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Published: February 8th 2019
We meet our local guide for Fes, Kamal, with Aziz at 930am. We couldn’t start any earlier as our freshly baked baguettes for breakfast were not arriving till 845am. They were worth waiting for though! We assume everything starts a bit late in Morocco because the sunrise is late and it is freezing early in the morning. Don't come to Morocco at this time of year without warm clothing, and be prepared to have your skin dried out in the bone dry air.
After about five minutes twisting and turning down alleys we arrive at a stout wooden gateway. Inside is a magical garden, part of a riad that is now owned by a Frenchman, and is run as a hotel. In here you really could be somewhere in the south of France. Then it's off again, down passageways with wooden props holding the walls on either side apart and up, while Unesco and government funding is awaited for the necessary restoration work. Kamal seems to know everyone, and stops every two minutes to shake hands with people. We dive into a tiny workshop of a tailor who is working in a silk type thread they get from agave plants
which are succulent broad leaf plants native to Morocco. It spins out into fine thread. We see a man whose business is to spin the thread brought to him by customers, and another who dyes the thread to different colours.
Through alleyways selling anything and everything we go. We happen upon a nursery school with five little pupils. Uupon being invited to enter they give us a rendition of Twinkle Twinkle Little Star, in English, somewhat incongruously. We arrive at a large recently restored caravanserai opening up onto what passes for a large square in the medina, but is roughly 40 feet square. Kamal doesn’t think the restoration is sympathetic to the local Fes style as is was done by an Egyptian, he disdainfully tells us. IN front of it is a public water fountain decorated in the Andalucian style of the Muslims who fled Spain and first settled in Fes in the 9th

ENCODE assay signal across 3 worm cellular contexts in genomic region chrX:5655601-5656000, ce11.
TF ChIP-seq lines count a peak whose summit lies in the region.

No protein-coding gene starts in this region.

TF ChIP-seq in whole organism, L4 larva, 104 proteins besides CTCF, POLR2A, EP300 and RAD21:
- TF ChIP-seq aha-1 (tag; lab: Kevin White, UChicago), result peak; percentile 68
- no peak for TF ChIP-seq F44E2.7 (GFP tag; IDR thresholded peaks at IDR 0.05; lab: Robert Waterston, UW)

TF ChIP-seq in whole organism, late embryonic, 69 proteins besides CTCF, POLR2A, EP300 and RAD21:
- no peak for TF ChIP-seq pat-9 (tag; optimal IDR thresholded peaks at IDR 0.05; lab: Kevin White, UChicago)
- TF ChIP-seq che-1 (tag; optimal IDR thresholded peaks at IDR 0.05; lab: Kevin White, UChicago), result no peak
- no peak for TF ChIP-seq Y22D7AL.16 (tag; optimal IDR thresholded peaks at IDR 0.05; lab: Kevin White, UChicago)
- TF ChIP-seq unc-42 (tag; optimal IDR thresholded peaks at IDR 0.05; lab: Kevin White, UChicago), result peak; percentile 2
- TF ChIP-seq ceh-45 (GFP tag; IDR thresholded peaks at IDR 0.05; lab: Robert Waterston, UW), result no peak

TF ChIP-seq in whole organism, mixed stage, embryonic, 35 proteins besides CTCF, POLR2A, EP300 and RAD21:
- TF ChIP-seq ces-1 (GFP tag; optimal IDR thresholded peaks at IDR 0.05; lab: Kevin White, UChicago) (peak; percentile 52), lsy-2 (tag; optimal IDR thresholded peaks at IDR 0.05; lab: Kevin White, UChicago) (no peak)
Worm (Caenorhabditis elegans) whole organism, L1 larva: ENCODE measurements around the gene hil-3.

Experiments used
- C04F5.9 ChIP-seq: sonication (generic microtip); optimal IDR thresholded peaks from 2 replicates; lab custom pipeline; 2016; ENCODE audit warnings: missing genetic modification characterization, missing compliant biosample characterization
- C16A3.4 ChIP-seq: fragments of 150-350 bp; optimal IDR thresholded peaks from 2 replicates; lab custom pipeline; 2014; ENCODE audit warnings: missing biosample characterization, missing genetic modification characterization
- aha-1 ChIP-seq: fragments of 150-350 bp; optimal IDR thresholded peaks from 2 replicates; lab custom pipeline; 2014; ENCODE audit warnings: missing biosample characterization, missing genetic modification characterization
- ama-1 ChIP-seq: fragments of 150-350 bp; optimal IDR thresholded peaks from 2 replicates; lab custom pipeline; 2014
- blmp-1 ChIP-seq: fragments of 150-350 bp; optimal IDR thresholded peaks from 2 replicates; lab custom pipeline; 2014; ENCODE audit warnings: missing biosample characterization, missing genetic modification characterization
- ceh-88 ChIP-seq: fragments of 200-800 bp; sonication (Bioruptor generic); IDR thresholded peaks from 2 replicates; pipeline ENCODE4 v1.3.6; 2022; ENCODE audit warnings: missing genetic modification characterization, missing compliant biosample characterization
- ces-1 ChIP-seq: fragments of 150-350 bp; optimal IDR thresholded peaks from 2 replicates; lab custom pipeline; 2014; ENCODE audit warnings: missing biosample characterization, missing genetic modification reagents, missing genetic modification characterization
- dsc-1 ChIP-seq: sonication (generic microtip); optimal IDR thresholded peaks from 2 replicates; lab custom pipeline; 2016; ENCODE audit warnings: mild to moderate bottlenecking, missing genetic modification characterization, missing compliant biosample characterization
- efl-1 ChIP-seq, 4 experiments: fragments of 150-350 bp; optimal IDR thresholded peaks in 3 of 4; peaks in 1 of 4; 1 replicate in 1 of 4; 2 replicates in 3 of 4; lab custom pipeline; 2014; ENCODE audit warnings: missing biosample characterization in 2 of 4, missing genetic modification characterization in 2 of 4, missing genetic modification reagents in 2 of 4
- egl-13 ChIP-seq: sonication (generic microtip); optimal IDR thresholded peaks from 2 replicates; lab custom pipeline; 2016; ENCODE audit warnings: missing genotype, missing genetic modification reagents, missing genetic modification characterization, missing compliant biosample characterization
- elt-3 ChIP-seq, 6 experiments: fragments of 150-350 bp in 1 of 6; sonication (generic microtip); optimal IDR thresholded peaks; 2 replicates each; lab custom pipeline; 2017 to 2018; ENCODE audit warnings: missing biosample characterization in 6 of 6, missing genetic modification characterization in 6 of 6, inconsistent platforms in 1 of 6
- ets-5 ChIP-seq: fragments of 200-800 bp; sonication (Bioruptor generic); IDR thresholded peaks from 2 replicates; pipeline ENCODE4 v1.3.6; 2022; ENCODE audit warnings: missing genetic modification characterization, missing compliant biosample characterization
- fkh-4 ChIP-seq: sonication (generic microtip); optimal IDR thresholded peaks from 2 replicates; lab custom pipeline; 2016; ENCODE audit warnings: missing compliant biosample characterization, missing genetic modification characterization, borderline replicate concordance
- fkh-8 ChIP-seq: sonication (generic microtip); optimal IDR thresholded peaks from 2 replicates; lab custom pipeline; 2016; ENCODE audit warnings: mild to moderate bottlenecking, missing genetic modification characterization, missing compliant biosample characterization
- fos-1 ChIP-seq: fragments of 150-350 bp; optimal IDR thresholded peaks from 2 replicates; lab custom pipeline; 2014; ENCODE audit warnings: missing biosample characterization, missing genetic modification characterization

century. It has green roof tails, stucco work and mosaic tiles. A party of Chinese tourists arrives in the square and Kamal tells us what he thinks of them too. “The Moroccan government likes them to come as they spend money, but they steal our
culture. They buy things and copy them in China, and sell at very cheap price and it is then difficult for our craftsmen”. So their presence is a mixed blessing. Some of them clearly did not read the weather forecast before they came, going around in their light cotton clothing and shivering.
We visit the tomb of Moulay Idris, the Muslim founder of Fes in the ninth century. It is a revered site. Non-Muslims cannot enter but we can get a glance of his tomb through the entrance doorway. Next we visit the El-Cheratine medersa or madrassa, an impressive 17th
century building built around an ornate central courtyard. It is not in use now so we can enter and admire it.
More tortuous alleyways bring us to a tiny doorway that we dive through, to find ourselves in the communal oven. This is where everyone local brings their bread to be baked. For half a dirham (4p) the oven man will bake your bread or your cookies. Each family’s bread is brought on a different shaped tray and has a different pattern stamped on it, to allow the baker to know whose is whose.
We are taken
to a carpet co-op. Kamal apologises and says they are obliged to take people to the co-ops but emphasises we are not in any way obliged or pressured to buy. Indeed, for these sort of things, the presentation is very low key and quite interesting, and mercifully short. Lots of nice carpets but who knows if they are bargain prices? One assumes not but cannot judge as one is no expert in the field. But a carpet with 300,000 knots per square metre that took over 6 months to make is never going to be cheap.
The tanneries are one of the more unusual sights of Fes. You are taken through the inevitable shop to a viewing platform to look down on dozen of vats where the hides are washed, cured and dyed. It is smelly as promised, but at ground level by the vats it will certainly stink. Back through the shop and there is a half hearted selling attempt, but the Asian visitors are much easier game for the sellers. Fluorescent lime green jacket insufficiently cured anyone? A large goatskin pouffe for the living room?
We emerge into the light and the car is miraculously waiting
to take us up the hill out of the medina to see the entrance of the King's Palace and the adjoining Jewish quarter. They came here, as did most of Morocco's Jews, in 1492 when expelled from Spain. There are some Jews left but they all now live in the ville nouvelle on the hill but tend some of the ancient buildings here. There are two synagogues but both are locked, and houses with wooden balconies which they built, a completely different style to the local one. We stop for kofte and mint tea for a welcome lunch break at a local cafe. Then it’s back in the car, and a quick obligatory visit to a ceramic workshop. Very nice if you want an overpriced ceramic tiled table for your kitchen at an exorbitant price. Then it is back to the riad and time to relax on the roof terrace, which is where we are now listening the muezzin calling the faithful to prayer from dozens of minarets, all out of time with each other.
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